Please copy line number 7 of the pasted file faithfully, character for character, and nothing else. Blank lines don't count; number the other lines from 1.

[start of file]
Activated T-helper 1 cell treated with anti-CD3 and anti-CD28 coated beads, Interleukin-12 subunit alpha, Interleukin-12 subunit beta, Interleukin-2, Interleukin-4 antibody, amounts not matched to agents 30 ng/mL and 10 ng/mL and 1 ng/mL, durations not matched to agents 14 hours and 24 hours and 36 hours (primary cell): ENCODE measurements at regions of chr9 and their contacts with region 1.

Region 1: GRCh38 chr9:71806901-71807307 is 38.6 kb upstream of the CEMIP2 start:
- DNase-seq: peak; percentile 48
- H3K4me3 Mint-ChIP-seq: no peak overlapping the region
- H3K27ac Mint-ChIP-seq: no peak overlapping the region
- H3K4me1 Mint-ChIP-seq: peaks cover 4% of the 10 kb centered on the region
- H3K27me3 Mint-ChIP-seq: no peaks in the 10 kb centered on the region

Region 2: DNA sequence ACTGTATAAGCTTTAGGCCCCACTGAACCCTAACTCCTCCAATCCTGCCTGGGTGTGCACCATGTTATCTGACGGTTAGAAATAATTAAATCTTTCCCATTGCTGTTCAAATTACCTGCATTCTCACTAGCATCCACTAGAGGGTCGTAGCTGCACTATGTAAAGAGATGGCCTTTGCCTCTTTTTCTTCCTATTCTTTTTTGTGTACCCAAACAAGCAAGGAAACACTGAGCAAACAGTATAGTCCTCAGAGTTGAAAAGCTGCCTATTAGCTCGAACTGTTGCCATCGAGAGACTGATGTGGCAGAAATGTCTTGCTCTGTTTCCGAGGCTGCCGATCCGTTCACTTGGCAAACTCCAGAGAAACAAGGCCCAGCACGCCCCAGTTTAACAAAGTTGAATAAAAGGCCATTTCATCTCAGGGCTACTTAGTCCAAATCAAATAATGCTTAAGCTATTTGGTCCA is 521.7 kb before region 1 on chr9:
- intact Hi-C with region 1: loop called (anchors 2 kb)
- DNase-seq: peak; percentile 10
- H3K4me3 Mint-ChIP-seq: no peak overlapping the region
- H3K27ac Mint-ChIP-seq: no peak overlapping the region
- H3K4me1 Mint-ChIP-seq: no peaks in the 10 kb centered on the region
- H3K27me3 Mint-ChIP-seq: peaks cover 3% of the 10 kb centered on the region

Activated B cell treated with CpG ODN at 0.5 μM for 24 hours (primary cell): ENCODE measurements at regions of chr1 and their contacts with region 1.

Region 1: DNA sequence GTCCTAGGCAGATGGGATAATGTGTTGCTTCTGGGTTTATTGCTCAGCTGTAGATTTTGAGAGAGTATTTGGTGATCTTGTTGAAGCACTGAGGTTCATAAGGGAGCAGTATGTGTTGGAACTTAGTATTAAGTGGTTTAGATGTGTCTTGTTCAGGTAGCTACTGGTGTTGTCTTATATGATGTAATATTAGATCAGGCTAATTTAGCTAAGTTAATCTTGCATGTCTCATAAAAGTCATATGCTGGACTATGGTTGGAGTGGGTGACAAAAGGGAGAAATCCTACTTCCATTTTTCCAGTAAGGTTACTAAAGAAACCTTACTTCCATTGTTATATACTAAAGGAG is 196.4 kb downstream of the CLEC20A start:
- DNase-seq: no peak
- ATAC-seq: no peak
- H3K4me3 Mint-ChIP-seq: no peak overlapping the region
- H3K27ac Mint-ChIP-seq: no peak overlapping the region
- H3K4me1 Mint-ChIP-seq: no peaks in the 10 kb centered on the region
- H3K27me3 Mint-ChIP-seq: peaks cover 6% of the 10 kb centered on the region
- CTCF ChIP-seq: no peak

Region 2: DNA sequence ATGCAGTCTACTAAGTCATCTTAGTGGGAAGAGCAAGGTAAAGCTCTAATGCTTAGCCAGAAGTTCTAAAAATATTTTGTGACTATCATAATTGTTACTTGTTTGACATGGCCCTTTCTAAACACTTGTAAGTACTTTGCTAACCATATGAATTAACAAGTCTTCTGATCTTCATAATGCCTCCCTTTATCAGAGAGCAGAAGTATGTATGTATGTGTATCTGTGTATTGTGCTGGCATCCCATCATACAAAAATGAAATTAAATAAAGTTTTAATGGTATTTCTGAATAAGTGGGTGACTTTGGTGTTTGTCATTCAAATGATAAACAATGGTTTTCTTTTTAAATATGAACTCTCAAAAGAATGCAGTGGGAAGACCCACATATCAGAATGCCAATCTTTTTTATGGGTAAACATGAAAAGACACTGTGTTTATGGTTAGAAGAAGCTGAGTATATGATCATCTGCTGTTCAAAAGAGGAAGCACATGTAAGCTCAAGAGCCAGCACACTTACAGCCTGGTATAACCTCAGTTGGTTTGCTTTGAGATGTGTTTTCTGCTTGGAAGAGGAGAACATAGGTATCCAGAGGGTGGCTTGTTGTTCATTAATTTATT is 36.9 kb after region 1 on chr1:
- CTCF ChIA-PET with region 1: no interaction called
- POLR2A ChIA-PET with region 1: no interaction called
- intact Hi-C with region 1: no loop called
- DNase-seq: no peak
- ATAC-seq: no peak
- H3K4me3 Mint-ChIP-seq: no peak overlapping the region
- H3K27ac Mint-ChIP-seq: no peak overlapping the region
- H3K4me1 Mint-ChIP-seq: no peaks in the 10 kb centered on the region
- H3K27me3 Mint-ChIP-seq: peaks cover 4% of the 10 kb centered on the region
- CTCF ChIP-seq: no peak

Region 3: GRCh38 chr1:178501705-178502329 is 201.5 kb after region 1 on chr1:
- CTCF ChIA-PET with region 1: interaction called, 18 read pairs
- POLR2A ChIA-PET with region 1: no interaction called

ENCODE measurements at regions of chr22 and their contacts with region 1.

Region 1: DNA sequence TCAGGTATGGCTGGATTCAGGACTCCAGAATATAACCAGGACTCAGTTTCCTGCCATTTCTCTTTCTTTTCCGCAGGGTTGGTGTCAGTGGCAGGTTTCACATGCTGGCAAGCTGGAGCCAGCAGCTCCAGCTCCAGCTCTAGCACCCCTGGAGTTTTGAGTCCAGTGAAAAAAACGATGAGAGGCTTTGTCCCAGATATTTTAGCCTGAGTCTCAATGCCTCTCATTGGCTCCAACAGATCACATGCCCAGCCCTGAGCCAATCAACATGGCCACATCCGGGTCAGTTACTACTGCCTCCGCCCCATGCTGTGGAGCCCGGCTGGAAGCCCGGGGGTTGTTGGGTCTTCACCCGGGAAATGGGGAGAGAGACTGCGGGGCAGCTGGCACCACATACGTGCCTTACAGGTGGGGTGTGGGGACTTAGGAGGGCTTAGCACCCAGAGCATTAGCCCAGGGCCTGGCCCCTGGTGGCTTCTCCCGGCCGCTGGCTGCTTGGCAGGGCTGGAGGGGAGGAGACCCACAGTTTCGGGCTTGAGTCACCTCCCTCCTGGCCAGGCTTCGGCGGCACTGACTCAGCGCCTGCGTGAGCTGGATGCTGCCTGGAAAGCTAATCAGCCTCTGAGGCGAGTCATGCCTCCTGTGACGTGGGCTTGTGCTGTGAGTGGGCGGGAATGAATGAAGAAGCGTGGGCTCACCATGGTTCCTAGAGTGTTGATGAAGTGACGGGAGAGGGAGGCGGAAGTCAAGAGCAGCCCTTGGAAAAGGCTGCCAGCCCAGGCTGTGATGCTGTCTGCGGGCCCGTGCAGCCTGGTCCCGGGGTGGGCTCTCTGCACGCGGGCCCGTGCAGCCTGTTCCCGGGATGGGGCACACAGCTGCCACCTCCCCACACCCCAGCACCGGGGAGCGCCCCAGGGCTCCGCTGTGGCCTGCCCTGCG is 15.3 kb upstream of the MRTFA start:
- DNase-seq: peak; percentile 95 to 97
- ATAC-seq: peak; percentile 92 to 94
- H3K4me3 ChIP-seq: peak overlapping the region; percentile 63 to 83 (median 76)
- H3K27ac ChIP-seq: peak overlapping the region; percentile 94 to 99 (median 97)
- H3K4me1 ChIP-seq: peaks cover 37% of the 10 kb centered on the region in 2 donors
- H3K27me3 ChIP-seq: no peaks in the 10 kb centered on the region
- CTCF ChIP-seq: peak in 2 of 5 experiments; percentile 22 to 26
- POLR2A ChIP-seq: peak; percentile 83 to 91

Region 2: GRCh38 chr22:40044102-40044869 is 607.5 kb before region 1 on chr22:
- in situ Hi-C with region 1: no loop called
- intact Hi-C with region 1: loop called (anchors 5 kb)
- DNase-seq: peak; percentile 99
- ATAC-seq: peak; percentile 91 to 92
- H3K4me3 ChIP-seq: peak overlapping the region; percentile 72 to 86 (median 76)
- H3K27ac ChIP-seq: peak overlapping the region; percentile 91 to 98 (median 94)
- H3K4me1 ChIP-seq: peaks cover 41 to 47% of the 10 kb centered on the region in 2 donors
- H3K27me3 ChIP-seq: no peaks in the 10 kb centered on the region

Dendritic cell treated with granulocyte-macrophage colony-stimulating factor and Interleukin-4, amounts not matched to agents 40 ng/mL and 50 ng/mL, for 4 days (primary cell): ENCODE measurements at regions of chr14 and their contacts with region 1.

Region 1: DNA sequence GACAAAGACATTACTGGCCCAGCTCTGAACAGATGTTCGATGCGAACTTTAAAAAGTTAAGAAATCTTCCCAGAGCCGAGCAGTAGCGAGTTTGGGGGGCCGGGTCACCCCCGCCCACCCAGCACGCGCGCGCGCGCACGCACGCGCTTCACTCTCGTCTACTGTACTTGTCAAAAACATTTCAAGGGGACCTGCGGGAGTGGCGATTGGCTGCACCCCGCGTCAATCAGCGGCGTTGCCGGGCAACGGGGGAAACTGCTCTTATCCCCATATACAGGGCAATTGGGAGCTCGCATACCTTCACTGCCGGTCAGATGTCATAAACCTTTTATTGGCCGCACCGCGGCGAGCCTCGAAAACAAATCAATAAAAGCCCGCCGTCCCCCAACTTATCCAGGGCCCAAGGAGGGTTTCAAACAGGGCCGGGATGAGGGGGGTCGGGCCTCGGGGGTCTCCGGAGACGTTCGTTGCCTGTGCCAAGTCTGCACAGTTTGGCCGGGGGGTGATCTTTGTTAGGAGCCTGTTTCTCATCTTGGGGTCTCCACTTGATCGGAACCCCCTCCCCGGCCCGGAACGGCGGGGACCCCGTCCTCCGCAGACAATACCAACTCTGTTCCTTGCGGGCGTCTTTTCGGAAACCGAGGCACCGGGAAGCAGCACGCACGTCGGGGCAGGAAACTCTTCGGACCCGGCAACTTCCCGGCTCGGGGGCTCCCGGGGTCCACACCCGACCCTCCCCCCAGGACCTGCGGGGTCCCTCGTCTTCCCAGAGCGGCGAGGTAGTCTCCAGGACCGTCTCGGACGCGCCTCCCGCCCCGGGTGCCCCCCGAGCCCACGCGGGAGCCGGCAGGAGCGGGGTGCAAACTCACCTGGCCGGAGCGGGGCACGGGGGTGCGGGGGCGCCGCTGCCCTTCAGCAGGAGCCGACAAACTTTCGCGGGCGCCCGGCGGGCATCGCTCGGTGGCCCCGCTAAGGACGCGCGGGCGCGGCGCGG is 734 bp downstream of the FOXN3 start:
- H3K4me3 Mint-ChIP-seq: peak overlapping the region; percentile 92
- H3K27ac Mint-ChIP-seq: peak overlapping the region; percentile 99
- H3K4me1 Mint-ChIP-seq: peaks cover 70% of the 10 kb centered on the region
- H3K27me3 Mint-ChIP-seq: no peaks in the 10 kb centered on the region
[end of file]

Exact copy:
- H3K27me3 Mint-ChIP-seq: no peaks in the 10 kb centered on the region